Jump to Main Content
Atomic-scale surface modifications and novel electrode designs for high-performance sodium-ion batteries via atomic layer deposition
- Meng, Xiangbo
- Journal of materials chemistry A 2017 v.5 no.21 pp. 10127-10149
- anodes, cathodes, clean energy, cost effectiveness, crystal structure, electric power, electronics, ions, lithium, lithium batteries, nanomaterials, sodium, solar energy, temperature, wind, wind power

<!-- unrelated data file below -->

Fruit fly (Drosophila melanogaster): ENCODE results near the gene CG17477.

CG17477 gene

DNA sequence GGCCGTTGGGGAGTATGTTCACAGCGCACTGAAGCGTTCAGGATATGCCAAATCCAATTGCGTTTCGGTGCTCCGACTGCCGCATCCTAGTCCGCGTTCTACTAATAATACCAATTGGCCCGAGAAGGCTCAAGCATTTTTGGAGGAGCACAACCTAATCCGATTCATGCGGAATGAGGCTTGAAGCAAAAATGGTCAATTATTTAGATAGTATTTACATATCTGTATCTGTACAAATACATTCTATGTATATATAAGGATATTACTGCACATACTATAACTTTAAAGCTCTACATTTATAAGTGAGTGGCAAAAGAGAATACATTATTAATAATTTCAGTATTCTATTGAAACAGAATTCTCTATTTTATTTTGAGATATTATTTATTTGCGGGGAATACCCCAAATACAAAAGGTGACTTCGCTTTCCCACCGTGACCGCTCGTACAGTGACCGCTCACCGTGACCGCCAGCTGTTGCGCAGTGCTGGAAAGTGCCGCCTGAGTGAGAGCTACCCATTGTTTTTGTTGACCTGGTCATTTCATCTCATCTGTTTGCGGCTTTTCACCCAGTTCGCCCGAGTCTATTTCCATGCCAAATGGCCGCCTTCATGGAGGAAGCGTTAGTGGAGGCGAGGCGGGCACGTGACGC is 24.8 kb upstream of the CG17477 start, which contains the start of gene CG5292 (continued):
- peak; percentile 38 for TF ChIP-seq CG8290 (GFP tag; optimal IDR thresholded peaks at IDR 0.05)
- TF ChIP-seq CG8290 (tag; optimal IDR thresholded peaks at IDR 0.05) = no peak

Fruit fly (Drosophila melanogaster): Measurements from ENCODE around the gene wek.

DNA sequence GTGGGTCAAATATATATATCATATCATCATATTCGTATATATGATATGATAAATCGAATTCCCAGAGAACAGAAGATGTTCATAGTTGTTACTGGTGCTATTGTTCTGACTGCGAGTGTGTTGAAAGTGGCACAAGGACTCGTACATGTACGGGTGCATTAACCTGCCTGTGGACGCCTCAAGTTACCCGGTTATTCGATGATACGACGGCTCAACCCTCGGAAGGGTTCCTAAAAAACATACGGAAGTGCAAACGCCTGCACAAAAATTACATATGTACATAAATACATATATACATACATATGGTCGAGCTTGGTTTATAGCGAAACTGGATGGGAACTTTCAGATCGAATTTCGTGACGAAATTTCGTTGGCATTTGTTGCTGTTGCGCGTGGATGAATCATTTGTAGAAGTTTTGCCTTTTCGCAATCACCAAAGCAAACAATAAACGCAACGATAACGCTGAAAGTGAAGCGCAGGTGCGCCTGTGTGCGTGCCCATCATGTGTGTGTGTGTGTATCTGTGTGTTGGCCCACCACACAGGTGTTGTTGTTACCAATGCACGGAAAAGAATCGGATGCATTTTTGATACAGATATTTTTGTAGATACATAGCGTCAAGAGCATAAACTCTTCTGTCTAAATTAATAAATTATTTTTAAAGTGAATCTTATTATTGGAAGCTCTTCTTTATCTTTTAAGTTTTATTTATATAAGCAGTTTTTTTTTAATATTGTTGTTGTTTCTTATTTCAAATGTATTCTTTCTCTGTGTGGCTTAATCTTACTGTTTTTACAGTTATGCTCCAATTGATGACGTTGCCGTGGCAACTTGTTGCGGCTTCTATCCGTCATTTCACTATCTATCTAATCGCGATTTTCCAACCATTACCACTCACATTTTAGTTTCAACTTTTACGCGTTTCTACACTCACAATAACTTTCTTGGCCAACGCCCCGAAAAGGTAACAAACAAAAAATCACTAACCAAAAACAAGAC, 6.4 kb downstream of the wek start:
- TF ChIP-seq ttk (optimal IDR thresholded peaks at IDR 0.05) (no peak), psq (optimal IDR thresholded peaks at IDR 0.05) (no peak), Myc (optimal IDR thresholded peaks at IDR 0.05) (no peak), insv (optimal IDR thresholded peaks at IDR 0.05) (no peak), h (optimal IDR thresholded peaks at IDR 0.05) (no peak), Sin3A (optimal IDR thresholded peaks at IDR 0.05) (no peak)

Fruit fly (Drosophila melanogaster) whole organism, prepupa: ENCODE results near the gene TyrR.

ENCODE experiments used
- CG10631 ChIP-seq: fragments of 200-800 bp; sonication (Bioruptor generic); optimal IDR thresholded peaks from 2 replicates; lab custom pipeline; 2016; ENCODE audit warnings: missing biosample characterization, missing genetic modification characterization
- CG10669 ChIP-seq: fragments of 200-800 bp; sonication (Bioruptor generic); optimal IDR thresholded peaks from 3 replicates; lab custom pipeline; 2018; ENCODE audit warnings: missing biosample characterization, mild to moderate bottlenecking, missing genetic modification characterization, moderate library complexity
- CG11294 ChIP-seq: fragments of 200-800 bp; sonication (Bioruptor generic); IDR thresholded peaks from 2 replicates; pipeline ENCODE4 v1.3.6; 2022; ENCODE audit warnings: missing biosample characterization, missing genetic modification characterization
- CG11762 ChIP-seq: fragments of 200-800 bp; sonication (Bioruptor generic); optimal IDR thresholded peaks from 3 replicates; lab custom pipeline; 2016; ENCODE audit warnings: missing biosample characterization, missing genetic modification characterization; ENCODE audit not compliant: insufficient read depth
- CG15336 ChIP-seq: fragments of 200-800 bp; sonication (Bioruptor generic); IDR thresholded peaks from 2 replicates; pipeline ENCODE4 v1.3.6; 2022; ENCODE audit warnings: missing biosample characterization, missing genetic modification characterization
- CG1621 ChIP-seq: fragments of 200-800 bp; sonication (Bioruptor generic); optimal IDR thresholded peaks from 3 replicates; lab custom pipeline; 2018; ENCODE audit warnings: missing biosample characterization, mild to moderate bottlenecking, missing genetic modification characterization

- Renewable clean energies such as wind and solar power are limited by their intermittent operation nature and therefore their wide implementation urgently needs large-scale stationary electrical energy storage (EES) devices. State-of-the art lithium-ion batteries (LIBs) are dominant in portable electronics and their next generation technologies hold great promise for transportation. In this context, the restricted reserves of lithium on earth make LIBs luxurious for large-scale stationary EES. As an alternative, sodium ions share a similar chemistry as lithium ions. In particular, sodium is very abundant and cost effective. To this end, sodium-ion batteries (SIBs) are very promising in meeting the needs of large-scale EES devices. However, as LIBs still have many issues, SIBs also face many technical challenges in anodes, cathodes, electrolytes, and battery interfaces. To address these problems, a large variety of strategies has been investigated. In the past decade, atomic layer deposition (ALD) has first emerged as a new thrust for LIBs and recently in the past few years, ALD has also shown itself to be a very powerful technique in tackling technical issues in SIBs. Exclusively featuring its atomic-scale accuracy in material growth, unrivaled uniform and conformal deposition in any shaped substrates, crystallinity-tunability, and low temperature, ALD as a vapor-phase film deposition process remains to date the only route to tackle the interfacial issues by simply applying an ultrathin layer over battery electrodes. At the same time, ALD also distinguishes itself as an important avenue in searching for novel nanomaterials and solely enables optimizing materials in size, morphology, crystallinity, and composition. All these make ALD an irreplaceable tool in developing next-generation battery technologies. In this review, we summarize the updated advances of ALD in SIBs, covering atomic-scale surface modifications and novel electrode designs. The review is expected to stimulate more extensive and insightful studies on using ALD for high-performance SIBs.